About

Drawings for flickr 017 copy (1)

This blog is about my artist residency for Hotham Park and the artwork I have produced as a result. It is also a place for showcasing the Park’s charms as a place to spend time.

Since September 2013 I have been Artist in Residence for this lovely Park in the centre Bognor Regis. I needed a local project as focus for my artwork and the Park seemed ideal.    I put in a proposal to Arun District Council asking to become Artist in Residence for the park. The proposal was accepted and I have continued in that role to the present.

The park started out as the estate of Sir Richard Hotham, a Hatter, entrepreneur and politician and called the father of Bognor. In 1792 he built a house with a chapel  having and impressive clocktower which still stands today though the rest of the large house has been rebuilt and now is divided into private flats.

Following the death of Sir Richard the estate had a succession of occupiers the last being William Fletcher and his wife Agnes. William travelled widely bringing back specimens of trees from all over the world and planted  them around the estate. There are said to be 48 different species of tree in the Park many of them planted by William.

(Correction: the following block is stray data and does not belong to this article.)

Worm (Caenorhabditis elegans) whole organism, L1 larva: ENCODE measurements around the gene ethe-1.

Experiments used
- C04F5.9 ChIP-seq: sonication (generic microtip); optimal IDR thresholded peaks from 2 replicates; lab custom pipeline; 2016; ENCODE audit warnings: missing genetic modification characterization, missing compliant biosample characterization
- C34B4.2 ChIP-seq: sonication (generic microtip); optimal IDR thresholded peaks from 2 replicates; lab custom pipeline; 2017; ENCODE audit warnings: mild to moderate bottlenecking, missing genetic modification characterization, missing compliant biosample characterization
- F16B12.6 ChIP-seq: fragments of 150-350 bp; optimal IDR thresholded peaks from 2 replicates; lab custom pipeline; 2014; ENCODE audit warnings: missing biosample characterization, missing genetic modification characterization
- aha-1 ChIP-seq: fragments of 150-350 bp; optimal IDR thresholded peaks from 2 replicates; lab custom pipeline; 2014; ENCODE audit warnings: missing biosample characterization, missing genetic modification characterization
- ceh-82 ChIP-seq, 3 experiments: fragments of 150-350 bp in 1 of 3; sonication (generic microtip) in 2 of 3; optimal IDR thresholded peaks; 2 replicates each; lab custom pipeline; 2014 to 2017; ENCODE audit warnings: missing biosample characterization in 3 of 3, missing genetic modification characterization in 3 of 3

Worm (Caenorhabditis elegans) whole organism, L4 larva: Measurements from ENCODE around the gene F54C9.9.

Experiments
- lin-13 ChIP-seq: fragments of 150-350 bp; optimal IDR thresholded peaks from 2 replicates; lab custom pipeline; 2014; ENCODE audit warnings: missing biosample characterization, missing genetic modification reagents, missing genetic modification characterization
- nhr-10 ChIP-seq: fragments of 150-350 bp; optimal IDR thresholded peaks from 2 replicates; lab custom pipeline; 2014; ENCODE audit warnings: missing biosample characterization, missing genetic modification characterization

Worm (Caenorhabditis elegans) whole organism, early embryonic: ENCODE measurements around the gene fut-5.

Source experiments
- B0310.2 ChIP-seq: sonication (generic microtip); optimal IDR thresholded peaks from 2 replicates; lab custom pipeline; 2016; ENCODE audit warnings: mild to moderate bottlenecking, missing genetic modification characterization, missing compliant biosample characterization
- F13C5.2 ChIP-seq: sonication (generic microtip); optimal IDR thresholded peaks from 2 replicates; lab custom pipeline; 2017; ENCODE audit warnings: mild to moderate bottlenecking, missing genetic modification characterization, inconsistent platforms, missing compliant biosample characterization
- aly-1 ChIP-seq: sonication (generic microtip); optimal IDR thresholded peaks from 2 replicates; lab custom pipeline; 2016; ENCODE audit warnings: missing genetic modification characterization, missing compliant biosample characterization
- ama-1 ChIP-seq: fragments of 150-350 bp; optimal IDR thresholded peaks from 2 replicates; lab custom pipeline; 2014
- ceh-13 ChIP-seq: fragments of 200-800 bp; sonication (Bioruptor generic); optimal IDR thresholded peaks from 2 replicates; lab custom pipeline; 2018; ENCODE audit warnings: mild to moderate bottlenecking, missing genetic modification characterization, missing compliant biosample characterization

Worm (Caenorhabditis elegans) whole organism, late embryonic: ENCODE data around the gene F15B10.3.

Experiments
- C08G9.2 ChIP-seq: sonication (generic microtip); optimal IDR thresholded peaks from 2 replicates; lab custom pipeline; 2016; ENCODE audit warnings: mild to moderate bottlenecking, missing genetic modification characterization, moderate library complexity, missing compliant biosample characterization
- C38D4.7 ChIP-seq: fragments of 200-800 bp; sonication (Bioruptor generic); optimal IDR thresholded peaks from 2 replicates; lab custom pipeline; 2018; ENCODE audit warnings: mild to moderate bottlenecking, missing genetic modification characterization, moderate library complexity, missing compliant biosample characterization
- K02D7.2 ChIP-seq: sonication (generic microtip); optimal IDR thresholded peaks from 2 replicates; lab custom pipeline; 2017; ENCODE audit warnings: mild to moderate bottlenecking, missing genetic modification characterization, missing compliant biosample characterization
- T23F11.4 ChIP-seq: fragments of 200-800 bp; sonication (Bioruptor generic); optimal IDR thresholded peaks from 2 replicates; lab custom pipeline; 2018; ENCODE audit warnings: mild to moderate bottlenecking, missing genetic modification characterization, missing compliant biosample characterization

During the second world war the house and grounds were used by the government and after fell  into decline until it was turned into  public park.

The Park appealed to me because it has many habitats. There are wild natural places where cow parsley and campion grow in the spring, a wildlife conservation area with lily ponds and reed beds, a lovely Mediterranean Garden and a Winter Garden with willow and dogwood bushes. There are wide vistas and interesting quirky places. The Park has a smart new cafe, a crazy golf course, a boating pond, two children’s play areas and a narrow track rail circuit with an engine called Boris. The park is also rich in bird life and boasts a large population of rooks and crows.

There is in fact a lot to inspire an artist in this lovely open space in the centre of our Town.

 

 

 

 

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